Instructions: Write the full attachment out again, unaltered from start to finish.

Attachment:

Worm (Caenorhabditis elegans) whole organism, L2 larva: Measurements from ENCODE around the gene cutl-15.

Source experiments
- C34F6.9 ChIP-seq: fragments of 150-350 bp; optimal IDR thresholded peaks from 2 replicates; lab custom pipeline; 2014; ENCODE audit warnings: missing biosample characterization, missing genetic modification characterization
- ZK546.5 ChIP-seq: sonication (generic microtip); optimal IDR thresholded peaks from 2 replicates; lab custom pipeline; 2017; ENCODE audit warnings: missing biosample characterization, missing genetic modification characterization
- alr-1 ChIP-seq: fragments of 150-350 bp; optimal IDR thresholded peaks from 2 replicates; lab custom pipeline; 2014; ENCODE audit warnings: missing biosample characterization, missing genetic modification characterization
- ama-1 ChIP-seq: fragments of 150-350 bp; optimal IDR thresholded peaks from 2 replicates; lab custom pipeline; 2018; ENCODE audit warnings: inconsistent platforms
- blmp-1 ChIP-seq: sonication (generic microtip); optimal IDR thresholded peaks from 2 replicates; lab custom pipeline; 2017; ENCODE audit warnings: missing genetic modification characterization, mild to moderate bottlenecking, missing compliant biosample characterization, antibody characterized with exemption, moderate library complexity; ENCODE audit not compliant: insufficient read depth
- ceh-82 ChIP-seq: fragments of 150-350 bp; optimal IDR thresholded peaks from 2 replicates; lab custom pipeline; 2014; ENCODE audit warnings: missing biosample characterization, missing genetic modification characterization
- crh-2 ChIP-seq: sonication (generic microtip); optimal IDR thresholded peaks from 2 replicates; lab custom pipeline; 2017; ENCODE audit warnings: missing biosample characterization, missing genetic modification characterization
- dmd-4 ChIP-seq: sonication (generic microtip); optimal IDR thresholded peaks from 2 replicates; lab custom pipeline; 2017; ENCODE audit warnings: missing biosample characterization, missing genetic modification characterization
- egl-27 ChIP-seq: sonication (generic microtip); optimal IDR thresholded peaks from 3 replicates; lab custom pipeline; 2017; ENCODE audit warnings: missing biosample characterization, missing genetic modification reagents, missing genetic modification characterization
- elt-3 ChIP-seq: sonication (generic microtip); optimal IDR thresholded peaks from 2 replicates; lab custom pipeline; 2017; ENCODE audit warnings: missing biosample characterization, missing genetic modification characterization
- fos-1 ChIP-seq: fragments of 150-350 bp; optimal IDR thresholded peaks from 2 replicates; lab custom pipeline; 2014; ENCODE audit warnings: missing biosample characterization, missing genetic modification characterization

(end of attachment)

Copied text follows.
Worm (Caenorhabditis elegans) whole organism, L2 larva: Measurements from ENCODE around the gene cutl-15.

Source experiments
- C34F6.9 ChIP-seq: fragments of 150-350 bp; optimal IDR thresholded peaks from 2 replicates; lab custom pipeline; 2014; ENCODE audit warnings: missing biosample characterization, missing genetic modification characterization
- ZK546.5 ChIP-seq: sonication (generic microtip); optimal IDR thresholded peaks from 2 replicates; lab custom pipeline; 2017; ENCODE audit warnings: missing biosample characterization, missing genetic modification characterization
- alr-1 ChIP-seq: fragments of 150-350 bp; optimal IDR thresholded peaks from 2 replicates; lab custom pipeline; 2014; ENCODE audit warnings: missing biosample characterization, missing genetic modification characterization
- ama-1 ChIP-seq: fragments of 150-350 bp; optimal IDR thresholded peaks from 2 replicates; lab custom pipeline; 2018; ENCODE audit warnings: inconsistent platforms
- blmp-1 ChIP-seq: sonication (generic microtip); optimal IDR thresholded peaks from 2 replicates; lab custom pipeline; 2017; ENCODE audit warnings: missing genetic modification characterization, mild to moderate bottlenecking, missing compliant biosample characterization, antibody characterized with exemption, moderate library complexity; ENCODE audit not compliant: insufficient read depth
- ceh-82 ChIP-seq: fragments of 150-350 bp; optimal IDR thresholded peaks from 2 replicates; lab custom pipeline; 2014; ENCODE audit warnings: missing biosample characterization, missing genetic modification characterization
- crh-2 ChIP-seq: sonication (generic microtip); optimal IDR thresholded peaks from 2 replicates; lab custom pipeline; 2017; ENCODE audit warnings: missing biosample characterization, missing genetic modification characterization
- dmd-4 ChIP-seq: sonication (generic microtip); optimal IDR thresholded peaks from 2 replicates; lab custom pipeline; 2017; ENCODE audit warnings: missing biosample characterization, missing genetic modification characterization
- egl-27 ChIP-seq: sonication (generic microtip); optimal IDR thresholded peaks from 3 replicates; lab custom pipeline; 2017; ENCODE audit warnings: missing biosample characterization, missing genetic modification reagents, missing genetic modification characterization
- elt-3 ChIP-seq: sonication (generic microtip); optimal IDR thresholded peaks from 2 replicates; lab custom pipeline; 2017; ENCODE audit warnings: missing biosample characterization, missing genetic modification characterization
- fos-1 ChIP-seq: fragments of 150-350 bp; optimal IDR thresholded peaks from 2 replicates; lab custom pipeline; 2014; ENCODE audit warnings: missing biosample characterization, missing genetic modification characterization